Collaborating Authors

Transfer learning & The art of using Pre-trained Models in Deep Learning


I hope that you would now be able to apply pre-trained models to your problem statements. Be sure that the pre-trained model you have selected has been trained on a similar data set as the one that you wish to use it on. There are various architectures people have tried on different types of data sets and I strongly encourage you to go through these architectures and apply them on your own problem statements. Please feel free to discuss your doubts and concerns in the comments section.



Here we propose a method to extremely accelerate NAS, without reinforcement learning or gradient, just by sampling architectures from a distribution and comparing these architectures, estimating their relative performance rather than absolute performance, iteratively updating parameters of the distribution while training. Search codes will be released by Sherwood later!

Approach pre-trained deep learning models with caution


It seems like using these pre-trained models have become a new standard for industry best practices. After all, why wouldn't you take advantage of a model that's been trained on more data and compute than you could ever muster by yourself? Advances within the NLP space have also encouraged the use of pre-trained language models like GPT and GPT-2, AllenNLP's ELMo, Google's BERT, and Sebastian Ruder and Jeremy Howard's ULMFiT (for an excellent over of these models, see this TOPBOTs post). One common technique for leveraging pretrained models is feature extraction, where you're retrieving intermediate representations produced by the pretrained model and using those representations as inputs for a new model. These final fully-connected layers are generally assumed to capture information that is relevant for solving a new task.

LogME: Practical Assessment of Pre-trained Models for Transfer Learning Artificial Intelligence

This paper studies task adaptive pre-trained model selection, an \emph{underexplored} problem of assessing pre-trained models so that models suitable for the task can be selected from the model zoo without fine-tuning. A pilot work~\cite{nguyen_leep:_2020} addressed the problem in transferring supervised pre-trained models to classification tasks, but it cannot handle emerging unsupervised pre-trained models or regression tasks. In pursuit of a practical assessment method, we propose to estimate the maximum evidence (marginalized likelihood) of labels given features extracted by pre-trained models. The maximum evidence is \emph{less prone to over-fitting} than the likelihood, and its \emph{expensive computation can be dramatically reduced} by our carefully designed algorithm. The Logarithm of Maximum Evidence (LogME) can be used to assess pre-trained models for transfer learning: a pre-trained model with high LogME is likely to have good transfer performance. LogME is fast, accurate, and general, characterizing it as \emph{the first practical assessment method for transfer learning}. Compared to brute-force fine-tuning, LogME brings over $3000\times$ speedup in wall-clock time. It outperforms prior methods by a large margin in their setting and is applicable to new settings that prior methods cannot deal with. It is general enough to diverse pre-trained models (supervised pre-trained and unsupervised pre-trained), downstream tasks (classification and regression), and modalities (vision and language). Code is at \url{}.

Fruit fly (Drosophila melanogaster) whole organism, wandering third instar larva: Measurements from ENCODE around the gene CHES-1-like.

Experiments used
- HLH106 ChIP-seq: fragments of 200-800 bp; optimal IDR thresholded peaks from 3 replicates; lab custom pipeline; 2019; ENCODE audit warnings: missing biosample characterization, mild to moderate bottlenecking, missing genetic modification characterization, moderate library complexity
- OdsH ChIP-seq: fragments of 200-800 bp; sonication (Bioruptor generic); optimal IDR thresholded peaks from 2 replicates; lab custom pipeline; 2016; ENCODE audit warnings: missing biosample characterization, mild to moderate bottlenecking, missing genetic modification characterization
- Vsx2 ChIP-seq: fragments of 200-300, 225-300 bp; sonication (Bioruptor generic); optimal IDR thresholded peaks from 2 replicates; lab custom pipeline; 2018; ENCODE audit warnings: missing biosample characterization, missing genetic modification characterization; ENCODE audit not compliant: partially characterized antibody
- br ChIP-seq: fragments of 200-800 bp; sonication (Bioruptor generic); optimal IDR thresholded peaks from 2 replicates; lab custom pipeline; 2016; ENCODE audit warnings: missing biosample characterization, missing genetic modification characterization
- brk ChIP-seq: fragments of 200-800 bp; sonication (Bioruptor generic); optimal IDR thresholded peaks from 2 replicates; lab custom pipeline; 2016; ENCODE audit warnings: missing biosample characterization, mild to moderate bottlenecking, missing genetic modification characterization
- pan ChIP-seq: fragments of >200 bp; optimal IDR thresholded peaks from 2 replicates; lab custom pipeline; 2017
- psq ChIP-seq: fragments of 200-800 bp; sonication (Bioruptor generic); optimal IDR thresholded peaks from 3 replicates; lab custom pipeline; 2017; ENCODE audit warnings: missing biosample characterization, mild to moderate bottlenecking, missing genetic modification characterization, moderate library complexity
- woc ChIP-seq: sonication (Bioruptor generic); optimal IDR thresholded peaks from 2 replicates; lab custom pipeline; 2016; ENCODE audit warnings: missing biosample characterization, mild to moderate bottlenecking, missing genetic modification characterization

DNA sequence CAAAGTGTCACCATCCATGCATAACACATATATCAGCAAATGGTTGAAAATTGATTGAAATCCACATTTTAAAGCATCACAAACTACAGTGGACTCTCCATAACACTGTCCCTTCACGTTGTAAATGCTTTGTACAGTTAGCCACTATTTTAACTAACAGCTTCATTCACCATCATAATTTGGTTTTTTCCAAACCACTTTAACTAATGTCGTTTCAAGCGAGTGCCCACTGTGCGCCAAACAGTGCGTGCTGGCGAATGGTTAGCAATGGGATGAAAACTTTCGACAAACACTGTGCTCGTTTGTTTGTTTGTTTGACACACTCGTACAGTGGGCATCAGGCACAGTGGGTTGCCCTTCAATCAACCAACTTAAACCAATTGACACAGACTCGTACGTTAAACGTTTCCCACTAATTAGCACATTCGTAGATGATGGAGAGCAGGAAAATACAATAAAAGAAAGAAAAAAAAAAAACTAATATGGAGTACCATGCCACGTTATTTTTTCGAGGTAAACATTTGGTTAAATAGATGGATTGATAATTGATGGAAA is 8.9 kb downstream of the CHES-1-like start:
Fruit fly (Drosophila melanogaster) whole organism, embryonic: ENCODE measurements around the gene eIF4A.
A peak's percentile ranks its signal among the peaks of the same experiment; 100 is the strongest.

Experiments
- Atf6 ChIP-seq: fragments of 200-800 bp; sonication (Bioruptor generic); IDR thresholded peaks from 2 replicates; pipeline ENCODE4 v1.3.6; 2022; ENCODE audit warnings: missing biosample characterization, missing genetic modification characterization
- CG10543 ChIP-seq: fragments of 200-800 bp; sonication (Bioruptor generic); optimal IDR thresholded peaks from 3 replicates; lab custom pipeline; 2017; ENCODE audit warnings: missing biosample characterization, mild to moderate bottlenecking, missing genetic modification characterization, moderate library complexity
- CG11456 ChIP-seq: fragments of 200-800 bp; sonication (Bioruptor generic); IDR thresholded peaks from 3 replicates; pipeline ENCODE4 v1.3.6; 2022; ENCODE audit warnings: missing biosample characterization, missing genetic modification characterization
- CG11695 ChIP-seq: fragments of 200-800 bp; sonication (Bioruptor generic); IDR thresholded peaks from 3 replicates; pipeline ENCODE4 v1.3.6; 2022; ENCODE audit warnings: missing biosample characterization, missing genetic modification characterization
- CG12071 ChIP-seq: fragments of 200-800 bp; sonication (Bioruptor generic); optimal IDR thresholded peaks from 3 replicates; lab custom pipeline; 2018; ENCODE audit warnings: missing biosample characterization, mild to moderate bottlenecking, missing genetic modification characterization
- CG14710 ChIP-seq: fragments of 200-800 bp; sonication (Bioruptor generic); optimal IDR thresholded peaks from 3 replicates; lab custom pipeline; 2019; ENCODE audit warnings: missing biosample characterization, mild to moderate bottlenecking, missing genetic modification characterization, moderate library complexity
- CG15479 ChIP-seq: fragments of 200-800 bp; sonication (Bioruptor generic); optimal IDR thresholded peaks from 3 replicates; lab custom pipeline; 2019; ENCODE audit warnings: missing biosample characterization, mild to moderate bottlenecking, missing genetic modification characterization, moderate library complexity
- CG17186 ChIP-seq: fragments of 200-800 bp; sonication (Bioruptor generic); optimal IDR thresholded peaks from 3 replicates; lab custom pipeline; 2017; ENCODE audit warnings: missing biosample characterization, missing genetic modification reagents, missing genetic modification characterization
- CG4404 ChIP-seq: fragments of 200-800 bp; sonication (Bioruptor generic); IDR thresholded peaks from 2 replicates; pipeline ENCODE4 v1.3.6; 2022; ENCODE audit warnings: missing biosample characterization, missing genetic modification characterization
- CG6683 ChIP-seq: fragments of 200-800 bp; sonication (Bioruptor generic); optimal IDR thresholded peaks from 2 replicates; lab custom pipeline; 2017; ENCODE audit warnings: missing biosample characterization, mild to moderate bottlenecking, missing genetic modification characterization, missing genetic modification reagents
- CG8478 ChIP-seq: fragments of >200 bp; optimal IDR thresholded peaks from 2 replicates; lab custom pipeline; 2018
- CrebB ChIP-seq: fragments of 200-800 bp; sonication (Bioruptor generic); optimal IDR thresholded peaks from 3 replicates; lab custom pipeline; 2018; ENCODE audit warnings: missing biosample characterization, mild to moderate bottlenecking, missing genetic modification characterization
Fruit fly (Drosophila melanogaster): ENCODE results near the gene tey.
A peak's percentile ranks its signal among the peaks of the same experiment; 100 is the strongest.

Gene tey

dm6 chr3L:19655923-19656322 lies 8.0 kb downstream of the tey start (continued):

Investigating Transferability in Pretrained Language Models Artificial Intelligence

While probing is a common technique for identifying knowledge in the representations of pretrained models, it is unclear whether this technique can explain the downstream success of models like BERT which are trained end-to-end during finetuning. To address this question, we compare probing with a different measure of transferability: the decrease in finetuning performance of a partially-reinitialized model. This technique reveals that in BERT, layers with high probing accuracy on downstream GLUE tasks are neither necessary nor sufficient for high accuracy on those tasks. In addition, dataset size impacts layer transferability: the less finetuning data one has, the more important the middle and later layers of BERT become. Furthermore, BERT does not simply find a better initializer for individual layers; instead, interactions between layers matter and reordering BERT's layers prior to finetuning significantly harms evaluation metrics. These results provide a way of understanding the transferability of parameters in pretrained language models, revealing the fluidity and complexity of transfer learning in these models.